As this weekend marks the 50th anniversary of the seminal 1964 U.S. Surgeon General’s Report on Smoking and Health, a new study in the Journal of the American Medical Association (JAMA) has found that public health efforts have cut smoking rates in half since then, saving 8 million lives.
“For the last five decades, the AMA has been a proud supporter of anti-tobacco efforts ranging from urging the federal government to support anti-tobacco legislation prohibiting smoking on public transportation to calling on tobacco companies to stop targeting children in their advertising campaigns,” AMA President Ardis Dee Hoven, MD, said in a statement.
The AMA’s work to improve public health around smoking goes back to an official acknowledgement of the harms of smoking made the same year as the surgeon general’s first report, continuing with a “war on smoking” launched in 1972 and numerous other efforts across the decades. And in 1995, a JAMA report revealed deceptive practices by tobacco companies to hide the dangers of tobacco use.
In the last five years, efforts have included sponsoring mass transit ads encouraging commuters to quit smoking, advocating for an increase in federal excise tax on cigarettes and issuing a report on e-cigarettes that calls for analysis and regulation by the U.S. Food and Drug Administration (FDA).
Most recently, the AMA was among the signatories of a letter to President Barack Obama in honor of the smoking report’s 50th anniversary. The letter calls for federal actions that could “ultimately eliminate the death and disease caused by tobacco,” including robust smoking prevention campaigns, enforcement of health plan requirements to cover tobacco cessation treatment and FDA authority to regulate manufacturing, marketing and sales of tobacco products.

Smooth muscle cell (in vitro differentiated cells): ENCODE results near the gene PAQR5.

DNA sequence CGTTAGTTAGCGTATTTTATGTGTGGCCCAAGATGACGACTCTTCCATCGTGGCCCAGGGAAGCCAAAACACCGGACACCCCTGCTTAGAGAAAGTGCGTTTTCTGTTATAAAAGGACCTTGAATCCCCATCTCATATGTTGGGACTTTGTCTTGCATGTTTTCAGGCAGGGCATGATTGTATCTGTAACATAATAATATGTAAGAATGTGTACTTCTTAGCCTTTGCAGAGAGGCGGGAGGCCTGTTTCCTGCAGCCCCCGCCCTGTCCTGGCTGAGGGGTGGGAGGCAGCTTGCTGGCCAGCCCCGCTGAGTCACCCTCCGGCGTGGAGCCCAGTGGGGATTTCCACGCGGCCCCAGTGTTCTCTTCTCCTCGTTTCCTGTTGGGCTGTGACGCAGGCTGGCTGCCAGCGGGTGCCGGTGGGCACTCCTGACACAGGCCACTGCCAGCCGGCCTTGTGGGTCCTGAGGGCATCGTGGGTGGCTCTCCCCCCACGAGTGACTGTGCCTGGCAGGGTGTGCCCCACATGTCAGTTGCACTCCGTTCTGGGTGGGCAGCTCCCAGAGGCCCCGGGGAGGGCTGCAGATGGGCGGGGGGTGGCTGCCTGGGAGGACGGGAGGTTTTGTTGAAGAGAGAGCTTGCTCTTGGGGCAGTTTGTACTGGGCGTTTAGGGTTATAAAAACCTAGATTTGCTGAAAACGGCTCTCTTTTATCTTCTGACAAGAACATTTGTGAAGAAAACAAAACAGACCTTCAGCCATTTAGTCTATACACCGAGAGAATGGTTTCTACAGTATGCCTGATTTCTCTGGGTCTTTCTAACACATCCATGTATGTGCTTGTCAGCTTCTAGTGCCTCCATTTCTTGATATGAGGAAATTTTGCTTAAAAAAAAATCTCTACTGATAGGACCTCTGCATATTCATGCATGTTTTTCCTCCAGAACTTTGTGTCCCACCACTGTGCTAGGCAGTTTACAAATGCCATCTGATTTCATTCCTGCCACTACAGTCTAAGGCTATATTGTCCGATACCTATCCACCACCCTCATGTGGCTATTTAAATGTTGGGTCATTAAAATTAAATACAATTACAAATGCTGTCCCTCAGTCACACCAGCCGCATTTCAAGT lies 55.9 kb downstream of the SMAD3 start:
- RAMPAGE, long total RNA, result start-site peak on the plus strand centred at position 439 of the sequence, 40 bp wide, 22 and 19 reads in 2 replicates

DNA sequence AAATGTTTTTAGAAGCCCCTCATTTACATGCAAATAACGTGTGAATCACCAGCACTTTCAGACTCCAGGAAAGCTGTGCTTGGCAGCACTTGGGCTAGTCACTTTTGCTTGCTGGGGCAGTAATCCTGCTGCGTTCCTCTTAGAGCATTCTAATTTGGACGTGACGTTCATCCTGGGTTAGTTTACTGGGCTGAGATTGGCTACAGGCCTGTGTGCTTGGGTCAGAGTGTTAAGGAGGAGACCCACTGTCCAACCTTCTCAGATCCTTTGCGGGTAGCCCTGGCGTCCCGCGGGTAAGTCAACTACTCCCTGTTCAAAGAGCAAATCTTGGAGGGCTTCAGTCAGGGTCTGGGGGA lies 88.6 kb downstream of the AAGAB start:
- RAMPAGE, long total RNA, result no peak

Since 1964, adult smoking rates in the United States have gone from 42.4 percent down to 20.6 percent as of 2009, according to data from the U.S. Department of Health and Human Services and the Centers for Disease Control and Prevention.
Tobacco use is a major risk factor for two of the nation’s most prevalent and troubling conditions - type 2 diabetes and heart disease.
The AMA continues its efforts to improve the health of the nation by focusing on those conditions. With prediabetes and high blood pressure both affecting about one-third of the U.S. population, now is the time to work toward preventing the onset of diabetes and heart disease and improving outcomes for those who already suffer from these conditions.
Through its Improving Health Outcomes initiative, the AMA is forging novel partnerships to make connections among organizations, communities and physicians to address these major public health problems in a comprehensive way.
Just last month, the AMA made its first announcement of a pilot program with the YMCA of the USA to prevent diabetes among Medicare-eligible adults in Wilmington, Del. Fifty primary care physicians and 28 residents are participating.
Two additional diabetes prevention pilot sites and two pilot sites for preventing heart disease will be announced this year. The programs aim to give physicians proven tools for enhancing prevention efforts in their offices and connecting patients with community resources that will help them reach their health goals.
Visit the Improving Health Outcomes initiative Web page to learn more about how the AMA is working to improve the health of the nation.